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Angelo Brunetti

ANGELO BRUNETTI (1800-1849). Known by the nickname "Ciceruacchio," Angelo Brunetti, the son of a blacksmith, was born and lived all his life in the Roman district of Campo Marzio. He did well in the business of carting wine to Rome from the vineyards of the surrounding hills and owned a tavern outside the Porta del Popolo, the city's northern gate. Active with the local carbonari, he joined Giuseppe Mazzini's "Young Italy" movement in the 1830s. While not an intellectual himself, Brunetti was in contact with radical democratic intellectuals like Pietro Sterbini during the years of conspiratorial politics in the 1830s and early 1840s. Brunetti's political talents flowered in 1846 and 1847 when the election of Pope Pius IX seemed to promise political reform in the Papal States; the prosperous wine carter emerged as a key figure in the public mobilization of the Roman populace to the liberal cause. His methods were distinctive, emphasizing collective sociability with moderate liberal content. In July 1846 at a demonstration to express gratitude to the pope for granting freedom to political prisoners, Brunetti contributed several barrels of wine and built a bonfire in the great square next to the Porta del Popolo. During the spring and summer of 1847 Brunetti organized festivities that would appeal to a popular audience and would encourage the pope on his liberalizing course. He gave a picnic for four hundred lower class leaders at his tavern and had them carry civic banners in the annual religious procession to St. Peter's on Holy Saturday; he put on a "national banquet" for six hundred guests to mark the yearly celebration of the founding of Rome; he organized a parade to bring the pope greetings on his birthday and led an even more elaborate procession to mark the anniversary of the pope's election, inviting out-of-town participants to his tavern to banquet afterwards. When conflict broke out between the Roman populace and the Roman Jewish community, Brunetti, throwing a picnic for 2,000 people, deployed his "politics of conviviality" to calm tensions. He was hailed by noblemen and cardinals who believed he kept the unruly masses under control. From mid-1847 to late 1848 Brunetti's role changed as informal liberal institutions like political "circles" and a civic militia were established in Rome. Slowly weaned from allegiance to the pope, Brunetti's activism in this phase was marked by efforts to build institutions in which the common people exercised power. He was a standard-bearer and leader of the militia contingent from the Campo Marzio neighborhood and the political work that he did with other neighborhood militia captains may have contributed to the education of these lower class leaders in the liberal cause. This paid off in November 1848 during the tense moments following the assassination of Pope Pius IX's minister, Pellegrino Rossi, the event that precipitated the pope's flight from Rome and the establishment of the Roman Republic, when the civic guard showed that it would not turn out to defend the papacy. During the Roman Republic of 1849 Brunetti remained prominent in the civic militia and was sent on political missions by the national assembly. In April 1849, in the first democratic municipal elections in Rome's history, Brunetti was elected to the hundred-member city council. He helped to defend the republic and, as French armies prepared to enter Rome on July 2, 1849, he joined Garibaldi in his flight across Italy. Six weeks later Angelo Brunetti and his two sons were caught in Venetian territory and executed.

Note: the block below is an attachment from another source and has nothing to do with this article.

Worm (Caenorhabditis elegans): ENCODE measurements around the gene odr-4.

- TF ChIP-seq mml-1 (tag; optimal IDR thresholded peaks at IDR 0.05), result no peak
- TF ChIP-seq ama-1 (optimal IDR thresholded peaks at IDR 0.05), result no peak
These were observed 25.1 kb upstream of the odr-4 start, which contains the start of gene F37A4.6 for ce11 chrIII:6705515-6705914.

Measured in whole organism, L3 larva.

Laurie Nussdorfer


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